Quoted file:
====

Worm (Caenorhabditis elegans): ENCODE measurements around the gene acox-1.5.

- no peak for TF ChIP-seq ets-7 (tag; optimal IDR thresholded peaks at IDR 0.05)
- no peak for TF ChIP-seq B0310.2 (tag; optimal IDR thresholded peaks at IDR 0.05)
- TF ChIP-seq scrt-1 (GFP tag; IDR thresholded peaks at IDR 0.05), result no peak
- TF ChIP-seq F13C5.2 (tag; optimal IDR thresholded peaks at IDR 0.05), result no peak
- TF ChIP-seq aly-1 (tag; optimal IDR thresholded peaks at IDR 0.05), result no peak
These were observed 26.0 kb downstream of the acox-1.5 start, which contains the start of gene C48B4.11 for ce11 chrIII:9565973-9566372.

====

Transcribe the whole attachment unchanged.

Worm (Caenorhabditis elegans): ENCODE measurements around the gene acox-1.5.

- no peak for TF ChIP-seq ets-7 (tag; optimal IDR thresholded peaks at IDR 0.05)
- no peak for TF ChIP-seq B0310.2 (tag; optimal IDR thresholded peaks at IDR 0.05)
- TF ChIP-seq scrt-1 (GFP tag; IDR thresholded peaks at IDR 0.05), result no peak
- TF ChIP-seq F13C5.2 (tag; optimal IDR thresholded peaks at IDR 0.05), result no peak
- TF ChIP-seq aly-1 (tag; optimal IDR thresholded peaks at IDR 0.05), result no peak
These were observed 26.0 kb downstream of the acox-1.5 start, which contains the start of gene C48B4.11 for ce11 chrIII:9565973-9566372.